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Delhi Wine Club

Posted: Friday, February 12 2010. 11:16

Cause of Celebration for Chianti Classico

The mood at the Chianti Classico Collection on 16th February in Florence will be certainly upbeat when the 143 producers of the region showcasing their wines for this year’s event, celebrating victory because exactly a week earlier they would have heard that they have absolutely no connection with the Chianti docg.

The Consorzio Vino Chianti Classico announced on February 9 that Chianti Classico docg is now a legally defined entity distinct from Chianti docg.‘This effectively cuts the umbilical cord that has continued to connect the two distinct denominations," said Giuseppe Liberatore, director of the Consorzio Chianti Classico.

Historically, Chianti Classico has been the original wine region for three centuries since the Grand Duke of Tuscany, Cosimo de Medici III so decried in 1716. However, due to perhaps political reasons the government expanded the territory in 1932 to include large areas of Tuscan land, which were not part of the original Chianti Classico region.

Producers in this new larger denomination started capitalizing on the name and popularity of the region, especially since the cost of production was lower and they could offer their wines at much lower prices. Chianti Classico has been one of Italy’s premium wine regions which took some beating in the sixties and seventies because of the cheap Chianti in the basket type of bottles invading the market. 

The law made Chianti Classico a sub-zone of the Chianti region with the new appellation system promulgated in the early nineteen sixties; the regional boundaries were defined by the 1967 law. Consorzio Vino Chianti Classico has been fighting for the autonomy of the region and has been taking measures to check the supply of  fake and counterfeit wines, due to their popularity.

In 1984 the Chianti Classico region was awarded a separate Chianti Classico DOCG. In 1996, a ministerial decree declared Chianti Classico a completely autonomous region with zone and production regulations distinct from Chianti wine. The recent ministerial decree states that within the Chianti Classico region, “it is prohibited to plant or declare in grape-growing records vineyards for Chianti DOCG”.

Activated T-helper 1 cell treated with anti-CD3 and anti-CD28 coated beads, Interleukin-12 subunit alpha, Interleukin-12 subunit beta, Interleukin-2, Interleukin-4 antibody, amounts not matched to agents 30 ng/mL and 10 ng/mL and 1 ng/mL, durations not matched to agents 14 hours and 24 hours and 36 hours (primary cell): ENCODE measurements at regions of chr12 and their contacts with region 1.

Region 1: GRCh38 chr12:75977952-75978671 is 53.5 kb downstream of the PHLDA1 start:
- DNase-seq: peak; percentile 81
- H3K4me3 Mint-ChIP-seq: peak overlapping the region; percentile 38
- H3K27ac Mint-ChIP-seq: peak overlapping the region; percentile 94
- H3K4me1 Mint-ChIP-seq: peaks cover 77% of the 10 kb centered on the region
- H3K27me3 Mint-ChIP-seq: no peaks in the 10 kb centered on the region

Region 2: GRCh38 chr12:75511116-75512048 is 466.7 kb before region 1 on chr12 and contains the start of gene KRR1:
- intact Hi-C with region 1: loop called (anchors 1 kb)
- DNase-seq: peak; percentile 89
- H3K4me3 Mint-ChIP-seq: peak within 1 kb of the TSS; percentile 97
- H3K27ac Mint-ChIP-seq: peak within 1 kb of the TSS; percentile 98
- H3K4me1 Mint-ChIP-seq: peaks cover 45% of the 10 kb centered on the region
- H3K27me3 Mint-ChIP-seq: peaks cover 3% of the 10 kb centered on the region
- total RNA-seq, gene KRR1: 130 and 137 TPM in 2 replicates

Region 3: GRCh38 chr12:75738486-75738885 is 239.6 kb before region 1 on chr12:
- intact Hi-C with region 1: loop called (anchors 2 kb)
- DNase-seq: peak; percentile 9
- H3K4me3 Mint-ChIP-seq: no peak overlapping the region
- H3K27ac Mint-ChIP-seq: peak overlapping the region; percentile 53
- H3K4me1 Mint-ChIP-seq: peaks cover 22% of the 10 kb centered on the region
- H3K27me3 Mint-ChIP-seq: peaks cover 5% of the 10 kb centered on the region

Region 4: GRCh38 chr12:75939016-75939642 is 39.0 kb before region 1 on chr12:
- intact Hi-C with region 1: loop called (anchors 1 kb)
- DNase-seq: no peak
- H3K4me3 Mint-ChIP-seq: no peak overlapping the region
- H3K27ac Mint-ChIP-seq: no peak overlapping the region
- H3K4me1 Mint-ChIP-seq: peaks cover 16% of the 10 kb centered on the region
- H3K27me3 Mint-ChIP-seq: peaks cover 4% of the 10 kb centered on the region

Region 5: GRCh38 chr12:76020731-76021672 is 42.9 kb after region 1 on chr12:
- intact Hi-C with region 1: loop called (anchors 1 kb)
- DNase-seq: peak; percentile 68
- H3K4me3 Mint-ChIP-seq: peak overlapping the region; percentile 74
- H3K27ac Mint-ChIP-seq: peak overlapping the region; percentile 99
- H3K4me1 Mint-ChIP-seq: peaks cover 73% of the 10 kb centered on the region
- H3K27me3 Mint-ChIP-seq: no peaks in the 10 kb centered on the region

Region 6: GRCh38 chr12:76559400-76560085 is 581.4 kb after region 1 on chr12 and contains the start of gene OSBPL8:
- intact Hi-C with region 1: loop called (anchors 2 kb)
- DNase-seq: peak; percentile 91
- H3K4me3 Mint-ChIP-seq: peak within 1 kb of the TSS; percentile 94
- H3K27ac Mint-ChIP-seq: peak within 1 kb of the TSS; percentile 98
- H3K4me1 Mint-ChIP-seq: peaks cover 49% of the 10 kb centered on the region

The fundamental differences between the two regions are the soil, lower yields, different process controls and banning of white grapes in the Chianti Classico blend-the practice which is still allowed in Chianti. For instance, Chianti Classico vineyards can have the maximum grape yield of 7.5 tons as compared to up to 9 tons /hA for Chianti. The solid extract in CC must be a minimum of 23 gms/liter compared to it being as low as 19 gms from some parts of Chianti. The CC needs a min. of 10 months of aging whereas Chianti can be ready even in 3 months.

In March 2007 Chianti Classico joined the Joint Declaration to Protect Wine Place & Origin, a global movement aimed at ensuring wine place names are protected and not abused or miscommunicated to consumers and is a part of 15 regions who jointly fight for the protection of the place names and has regions like Champagne, Rioja, Napa Valley, Western Australia, Victoria, Porto and Jerez as its members.

Primarily due to the significant price difference and also because of to lack of knowledge of the difference between the two qualities, most of the wines imported from the region are Chianti docg or Chianti Superiore docg with a very small percentage of Chianti Riserva whereas the Chianti Classico is sold mostly through on trade. The current ‘Divorce Chianti-style’ may be beneficial for region’s popularity.


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